Perhaps no niche genre has benefited from streaming services more than classical music.
The emergence of music platforms and YouTube, with mood-driven playlists and concert footage, transformed the likes of Milanese composer Ludovico Einaudi from musician with cult following to arena-selling superstar.
A new generation of classical music artists, through the aid of social media apps, also extended their reach to a global audience and, in turn, provided insight into an unforgiving genre valuing rigour and perfection.
Russian pianist Dmitry Shishkin, 29, is one artist who has benefited from classical music’s online embrace.
However, as he tells The National before his Abu Dhabi Classics performance on Thursday, with Vienna’s leading chamber music ensemble Wiener Concert-Verein, it is done on his own terms.
With more than 100,000 Instagram followers, an impressive number for a non-crossover artist, Shishkin says the industry is scratching the surface of what an online presence can afford.
“We are still starting to understand the benefits of social media in the classical music world. Where, before, we looked at it as not something integral to our career and, instead, something extra, it has become important to do,” he says.
“I am not using this for celebrity. I want to show people a little bit of the life of the classical musician, the competitions I went to and the people who helped me … basically, it's my story.”
Not only for show
With his mother being a teacher and pianist, Shishkin was already adept at playing short works from the age of 2, before making a stage debut at aged 3.
Considered a future prodigy, he attended the prestigious Gnessin State Musical College in Moscow before going on to win various prizes, including first place at the Geneva International Music Competition in 2018.
As an in-demand soloist, Shishkin collaborated with St Petersburg's Mariinksy Theatre and the Tokyo Symphony Orchestra.
Critics praised his emotive and flamboyant renderings of works from the Romantic period.
Some of those pieces will feature in his Cultural Foundation performance in Abu Dhabi, including Frederic Chopin's Piano Concerto No 1 and Edvard Grieg's Holberg Suite.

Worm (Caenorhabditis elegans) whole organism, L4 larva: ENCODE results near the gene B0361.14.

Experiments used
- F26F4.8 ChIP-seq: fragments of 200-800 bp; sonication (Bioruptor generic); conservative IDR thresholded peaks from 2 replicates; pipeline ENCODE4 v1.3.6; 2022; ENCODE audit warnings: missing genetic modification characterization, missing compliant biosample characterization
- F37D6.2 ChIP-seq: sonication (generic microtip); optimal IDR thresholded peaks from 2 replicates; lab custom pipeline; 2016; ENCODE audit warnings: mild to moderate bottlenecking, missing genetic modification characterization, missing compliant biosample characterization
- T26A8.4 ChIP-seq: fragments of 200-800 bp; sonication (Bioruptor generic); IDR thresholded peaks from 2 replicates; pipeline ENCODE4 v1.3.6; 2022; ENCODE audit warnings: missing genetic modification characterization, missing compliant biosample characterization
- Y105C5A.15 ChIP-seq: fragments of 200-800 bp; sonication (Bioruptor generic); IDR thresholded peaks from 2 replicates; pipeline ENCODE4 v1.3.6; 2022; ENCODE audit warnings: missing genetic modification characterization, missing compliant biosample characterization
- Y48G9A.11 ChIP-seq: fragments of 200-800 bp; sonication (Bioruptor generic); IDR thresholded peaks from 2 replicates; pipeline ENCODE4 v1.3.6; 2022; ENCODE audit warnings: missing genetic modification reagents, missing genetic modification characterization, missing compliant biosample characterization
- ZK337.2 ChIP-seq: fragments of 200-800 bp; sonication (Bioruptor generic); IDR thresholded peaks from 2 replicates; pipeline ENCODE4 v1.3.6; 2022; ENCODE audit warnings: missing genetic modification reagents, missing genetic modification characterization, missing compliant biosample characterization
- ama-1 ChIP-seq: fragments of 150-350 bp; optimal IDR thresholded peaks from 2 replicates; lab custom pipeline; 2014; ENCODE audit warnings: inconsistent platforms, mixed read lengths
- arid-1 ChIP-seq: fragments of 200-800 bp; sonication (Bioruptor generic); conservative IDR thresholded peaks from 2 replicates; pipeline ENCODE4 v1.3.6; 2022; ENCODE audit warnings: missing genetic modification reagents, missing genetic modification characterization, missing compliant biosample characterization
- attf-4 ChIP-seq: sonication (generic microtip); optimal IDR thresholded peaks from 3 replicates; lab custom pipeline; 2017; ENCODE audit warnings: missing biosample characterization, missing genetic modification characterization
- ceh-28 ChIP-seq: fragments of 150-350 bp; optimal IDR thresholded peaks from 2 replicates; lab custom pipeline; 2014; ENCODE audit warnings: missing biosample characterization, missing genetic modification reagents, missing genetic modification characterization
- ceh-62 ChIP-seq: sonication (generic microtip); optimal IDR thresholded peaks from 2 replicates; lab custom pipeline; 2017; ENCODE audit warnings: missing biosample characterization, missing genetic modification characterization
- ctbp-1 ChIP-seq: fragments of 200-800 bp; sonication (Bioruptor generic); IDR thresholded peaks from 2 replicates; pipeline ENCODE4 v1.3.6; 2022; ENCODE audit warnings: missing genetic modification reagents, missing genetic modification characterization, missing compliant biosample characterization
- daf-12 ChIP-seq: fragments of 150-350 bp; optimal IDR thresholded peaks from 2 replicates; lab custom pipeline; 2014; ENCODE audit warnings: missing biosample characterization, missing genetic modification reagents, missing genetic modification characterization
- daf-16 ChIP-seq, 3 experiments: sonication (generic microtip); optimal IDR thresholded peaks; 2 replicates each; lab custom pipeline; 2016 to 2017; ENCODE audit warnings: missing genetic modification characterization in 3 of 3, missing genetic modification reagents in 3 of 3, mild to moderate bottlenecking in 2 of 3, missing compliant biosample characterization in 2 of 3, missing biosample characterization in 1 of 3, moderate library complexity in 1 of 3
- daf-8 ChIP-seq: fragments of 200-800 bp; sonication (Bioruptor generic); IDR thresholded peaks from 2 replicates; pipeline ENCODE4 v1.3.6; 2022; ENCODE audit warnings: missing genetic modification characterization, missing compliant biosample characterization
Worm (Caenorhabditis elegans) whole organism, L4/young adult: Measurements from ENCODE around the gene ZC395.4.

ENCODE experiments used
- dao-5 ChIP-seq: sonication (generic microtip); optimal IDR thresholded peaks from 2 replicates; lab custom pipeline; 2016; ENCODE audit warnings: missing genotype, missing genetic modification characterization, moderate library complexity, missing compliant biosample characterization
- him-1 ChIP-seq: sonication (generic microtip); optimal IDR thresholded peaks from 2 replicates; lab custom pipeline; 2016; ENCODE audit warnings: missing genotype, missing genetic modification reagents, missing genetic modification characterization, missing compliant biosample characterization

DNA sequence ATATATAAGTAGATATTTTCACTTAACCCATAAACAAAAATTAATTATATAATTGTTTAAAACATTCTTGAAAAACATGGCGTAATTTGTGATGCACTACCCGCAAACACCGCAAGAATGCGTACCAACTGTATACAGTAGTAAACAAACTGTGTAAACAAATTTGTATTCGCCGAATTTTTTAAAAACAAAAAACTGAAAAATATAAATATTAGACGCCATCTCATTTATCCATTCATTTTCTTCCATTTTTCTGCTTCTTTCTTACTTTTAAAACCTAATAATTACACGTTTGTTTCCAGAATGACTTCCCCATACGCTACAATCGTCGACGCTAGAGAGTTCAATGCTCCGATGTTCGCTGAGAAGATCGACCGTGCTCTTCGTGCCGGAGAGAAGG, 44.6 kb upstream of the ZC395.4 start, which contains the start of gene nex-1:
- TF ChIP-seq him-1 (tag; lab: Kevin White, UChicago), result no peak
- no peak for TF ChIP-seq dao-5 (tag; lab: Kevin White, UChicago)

Shishkin is not too worried about suggestions that some of his flair on stage is for show.
“I don’t consider myself to be a showman but if people say that, then, that is also great. At least they are connecting with the concert in some way,” he says. "It is always the music that comes first and the pieces from that Romantic era are full of drama.
“When I hear them and play them, I really get an insight into the character of the composer and the emotions they were going through."
More than sport
Some of those feelings, Shishkin says, will be experienced by a new generation of classical music talent making their way to Expo 2020 Dubai next month.
On Thursday, November 11, winners from this year's International Chopin Piano Competition will play three shows at the world fair's Dubai Millennium Amphitheatre.
As someone coming sixth in one of the classical music world's most rigorous contests in 2015, Shishkin says the occasion should inspire a deep satisfaction within the artists.
“It is a moment to be proud and a great occasion for people to see them, because the competition is very difficult,” he says. “But I also want to add that we cannot compare these things to sports.
“There are many people, like myself, who didn’t win it, but they took that experience and went on to have a good career. These experiences are all part of the journey for a musician.”
It is a story Shishkin will continue to tell to a growing audience on stage and online.
Dmitry Shishkin and Wiener Concert-Verein will perform at Abu Dhabi's Cultural Foundation on Thursday, October 28. Show begins at 8pm; tickets from Dh100 at culturalfoundation.ae. Those over the age of 12 are required to be fully vaccinated to attend and must provide a negative PCR test result taken within 48 hours of the event